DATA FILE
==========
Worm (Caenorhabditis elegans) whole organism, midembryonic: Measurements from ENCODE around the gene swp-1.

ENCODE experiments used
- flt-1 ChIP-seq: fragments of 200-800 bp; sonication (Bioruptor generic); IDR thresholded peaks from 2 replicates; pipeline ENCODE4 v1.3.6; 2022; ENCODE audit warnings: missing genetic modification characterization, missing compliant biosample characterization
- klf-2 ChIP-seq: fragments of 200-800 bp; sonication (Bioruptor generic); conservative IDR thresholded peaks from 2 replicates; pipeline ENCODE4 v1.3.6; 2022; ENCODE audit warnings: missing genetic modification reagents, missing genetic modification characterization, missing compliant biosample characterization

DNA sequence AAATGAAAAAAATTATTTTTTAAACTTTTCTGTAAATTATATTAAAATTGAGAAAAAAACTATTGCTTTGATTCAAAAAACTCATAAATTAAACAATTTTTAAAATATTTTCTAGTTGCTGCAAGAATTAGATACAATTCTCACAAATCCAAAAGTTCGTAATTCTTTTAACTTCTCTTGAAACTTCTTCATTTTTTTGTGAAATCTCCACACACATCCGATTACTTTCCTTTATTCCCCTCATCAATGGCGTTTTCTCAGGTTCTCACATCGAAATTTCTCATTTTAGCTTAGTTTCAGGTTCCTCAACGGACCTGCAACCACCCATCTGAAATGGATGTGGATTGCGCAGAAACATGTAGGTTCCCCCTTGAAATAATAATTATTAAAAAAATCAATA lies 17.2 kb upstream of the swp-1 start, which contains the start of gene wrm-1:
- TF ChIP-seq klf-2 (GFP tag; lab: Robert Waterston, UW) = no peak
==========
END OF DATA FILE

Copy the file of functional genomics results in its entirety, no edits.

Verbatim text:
Worm (Caenorhabditis elegans) whole organism, midembryonic: Measurements from ENCODE around the gene swp-1.

ENCODE experiments used
- flt-1 ChIP-seq: fragments of 200-800 bp; sonication (Bioruptor generic); IDR thresholded peaks from 2 replicates; pipeline ENCODE4 v1.3.6; 2022; ENCODE audit warnings: missing genetic modification characterization, missing compliant biosample characterization
- klf-2 ChIP-seq: fragments of 200-800 bp; sonication (Bioruptor generic); conservative IDR thresholded peaks from 2 replicates; pipeline ENCODE4 v1.3.6; 2022; ENCODE audit warnings: missing genetic modification reagents, missing genetic modification characterization, missing compliant biosample characterization

DNA sequence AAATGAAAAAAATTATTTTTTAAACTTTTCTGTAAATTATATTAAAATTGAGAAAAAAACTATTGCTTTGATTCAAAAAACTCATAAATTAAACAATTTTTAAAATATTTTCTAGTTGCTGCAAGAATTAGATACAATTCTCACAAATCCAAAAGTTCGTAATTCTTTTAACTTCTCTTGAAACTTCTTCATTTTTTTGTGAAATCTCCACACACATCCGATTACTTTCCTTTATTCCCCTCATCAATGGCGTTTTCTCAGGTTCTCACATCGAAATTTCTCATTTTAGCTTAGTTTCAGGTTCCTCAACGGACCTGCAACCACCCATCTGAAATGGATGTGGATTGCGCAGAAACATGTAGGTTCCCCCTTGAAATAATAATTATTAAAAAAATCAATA lies 17.2 kb upstream of the swp-1 start, which contains the start of gene wrm-1:
- TF ChIP-seq klf-2 (GFP tag; lab: Robert Waterston, UW) = no peak